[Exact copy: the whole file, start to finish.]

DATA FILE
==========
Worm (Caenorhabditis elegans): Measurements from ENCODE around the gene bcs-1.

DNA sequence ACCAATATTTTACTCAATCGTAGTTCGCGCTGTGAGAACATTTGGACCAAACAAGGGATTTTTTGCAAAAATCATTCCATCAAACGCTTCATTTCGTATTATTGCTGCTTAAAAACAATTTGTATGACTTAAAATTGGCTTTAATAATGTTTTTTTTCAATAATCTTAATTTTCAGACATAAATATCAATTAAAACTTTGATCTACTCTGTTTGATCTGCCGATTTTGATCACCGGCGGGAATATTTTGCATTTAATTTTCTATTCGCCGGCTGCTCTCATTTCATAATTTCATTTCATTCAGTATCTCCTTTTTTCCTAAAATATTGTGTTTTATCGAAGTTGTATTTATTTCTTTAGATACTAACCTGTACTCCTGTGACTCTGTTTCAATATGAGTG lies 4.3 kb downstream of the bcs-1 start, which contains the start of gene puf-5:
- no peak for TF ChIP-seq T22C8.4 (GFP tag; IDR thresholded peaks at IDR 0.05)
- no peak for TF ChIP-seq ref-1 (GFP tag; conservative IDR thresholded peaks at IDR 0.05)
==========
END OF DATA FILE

Worm (Caenorhabditis elegans): Measurements from ENCODE around the gene bcs-1.

DNA sequence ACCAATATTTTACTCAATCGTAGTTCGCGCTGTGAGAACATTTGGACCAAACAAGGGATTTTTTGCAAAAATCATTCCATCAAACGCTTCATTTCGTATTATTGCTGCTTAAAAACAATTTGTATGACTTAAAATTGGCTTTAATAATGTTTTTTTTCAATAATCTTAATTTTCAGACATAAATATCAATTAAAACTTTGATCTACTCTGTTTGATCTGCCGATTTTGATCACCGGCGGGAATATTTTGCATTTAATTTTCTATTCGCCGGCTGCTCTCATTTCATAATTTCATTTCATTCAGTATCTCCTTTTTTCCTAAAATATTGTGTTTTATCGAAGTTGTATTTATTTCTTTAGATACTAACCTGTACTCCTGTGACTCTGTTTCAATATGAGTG lies 4.3 kb downstream of the bcs-1 start, which contains the start of gene puf-5:
- no peak for TF ChIP-seq T22C8.4 (GFP tag; IDR thresholded peaks at IDR 0.05)
- no peak for TF ChIP-seq ref-1 (GFP tag; conservative IDR thresholded peaks at IDR 0.05)